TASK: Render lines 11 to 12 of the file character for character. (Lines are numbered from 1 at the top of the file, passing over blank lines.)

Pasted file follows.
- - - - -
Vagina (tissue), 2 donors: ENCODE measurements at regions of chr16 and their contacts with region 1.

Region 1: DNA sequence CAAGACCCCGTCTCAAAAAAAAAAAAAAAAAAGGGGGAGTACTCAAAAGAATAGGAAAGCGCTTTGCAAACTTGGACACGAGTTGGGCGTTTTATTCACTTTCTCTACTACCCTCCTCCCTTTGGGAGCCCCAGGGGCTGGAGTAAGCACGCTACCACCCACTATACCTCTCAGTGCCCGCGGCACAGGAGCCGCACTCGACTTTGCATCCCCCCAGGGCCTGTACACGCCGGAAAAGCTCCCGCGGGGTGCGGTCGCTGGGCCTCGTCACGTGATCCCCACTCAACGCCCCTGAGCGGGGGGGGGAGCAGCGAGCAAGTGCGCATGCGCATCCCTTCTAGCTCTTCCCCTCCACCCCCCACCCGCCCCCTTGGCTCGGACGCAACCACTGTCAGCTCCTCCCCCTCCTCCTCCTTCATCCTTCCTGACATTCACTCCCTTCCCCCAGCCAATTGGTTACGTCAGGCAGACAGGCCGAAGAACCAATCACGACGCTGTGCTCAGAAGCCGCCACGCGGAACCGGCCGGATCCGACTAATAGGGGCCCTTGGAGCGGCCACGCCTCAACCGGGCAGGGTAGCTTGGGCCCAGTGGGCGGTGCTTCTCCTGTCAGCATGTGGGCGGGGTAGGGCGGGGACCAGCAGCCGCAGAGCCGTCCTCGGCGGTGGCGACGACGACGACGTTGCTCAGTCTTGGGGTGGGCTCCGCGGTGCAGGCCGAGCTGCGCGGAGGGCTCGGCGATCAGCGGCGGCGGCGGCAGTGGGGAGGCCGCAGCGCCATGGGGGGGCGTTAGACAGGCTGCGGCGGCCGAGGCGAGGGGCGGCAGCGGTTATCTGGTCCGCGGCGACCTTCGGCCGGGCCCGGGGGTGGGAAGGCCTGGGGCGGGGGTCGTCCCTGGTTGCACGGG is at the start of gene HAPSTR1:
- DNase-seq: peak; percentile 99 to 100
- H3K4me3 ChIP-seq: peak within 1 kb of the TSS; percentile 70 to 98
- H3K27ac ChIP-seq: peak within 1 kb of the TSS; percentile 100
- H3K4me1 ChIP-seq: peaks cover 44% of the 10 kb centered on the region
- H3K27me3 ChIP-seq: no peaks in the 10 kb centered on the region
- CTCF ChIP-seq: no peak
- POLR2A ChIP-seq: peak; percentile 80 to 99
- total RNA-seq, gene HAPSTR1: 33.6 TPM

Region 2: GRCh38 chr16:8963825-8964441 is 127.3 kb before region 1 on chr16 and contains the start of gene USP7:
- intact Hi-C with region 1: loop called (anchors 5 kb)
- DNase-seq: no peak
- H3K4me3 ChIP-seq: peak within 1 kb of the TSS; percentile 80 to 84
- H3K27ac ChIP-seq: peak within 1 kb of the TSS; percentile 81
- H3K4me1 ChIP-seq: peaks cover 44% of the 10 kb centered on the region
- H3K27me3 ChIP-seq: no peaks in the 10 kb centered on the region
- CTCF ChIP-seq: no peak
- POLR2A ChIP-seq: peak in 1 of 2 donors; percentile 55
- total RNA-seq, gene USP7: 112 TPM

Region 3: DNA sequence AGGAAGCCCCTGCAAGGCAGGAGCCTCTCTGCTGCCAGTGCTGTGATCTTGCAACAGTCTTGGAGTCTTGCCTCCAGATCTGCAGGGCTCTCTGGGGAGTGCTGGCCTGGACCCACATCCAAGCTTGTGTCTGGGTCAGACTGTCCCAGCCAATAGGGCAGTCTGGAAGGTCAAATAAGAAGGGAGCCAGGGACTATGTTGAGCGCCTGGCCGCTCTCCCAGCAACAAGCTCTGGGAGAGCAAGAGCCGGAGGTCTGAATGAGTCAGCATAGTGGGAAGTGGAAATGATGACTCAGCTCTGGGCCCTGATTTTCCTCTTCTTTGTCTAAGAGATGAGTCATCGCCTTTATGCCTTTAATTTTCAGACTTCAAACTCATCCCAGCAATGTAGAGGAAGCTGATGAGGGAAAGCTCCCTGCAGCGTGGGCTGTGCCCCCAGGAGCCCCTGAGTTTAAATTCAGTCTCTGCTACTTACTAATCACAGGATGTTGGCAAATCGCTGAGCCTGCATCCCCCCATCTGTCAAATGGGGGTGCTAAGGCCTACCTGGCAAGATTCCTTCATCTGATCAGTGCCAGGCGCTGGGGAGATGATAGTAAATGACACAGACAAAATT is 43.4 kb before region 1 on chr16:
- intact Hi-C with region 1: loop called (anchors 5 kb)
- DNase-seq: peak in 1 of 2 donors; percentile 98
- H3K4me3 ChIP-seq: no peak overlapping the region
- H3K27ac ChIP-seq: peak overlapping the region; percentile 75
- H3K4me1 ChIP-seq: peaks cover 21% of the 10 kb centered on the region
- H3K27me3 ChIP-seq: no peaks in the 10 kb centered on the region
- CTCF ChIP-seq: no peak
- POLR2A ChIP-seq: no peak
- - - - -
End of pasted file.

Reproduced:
Region 2: GRCh38 chr16:8963825-8964441 is 127.3 kb before region 1 on chr16 and contains the start of gene USP7:
- intact Hi-C with region 1: loop called (anchors 5 kb)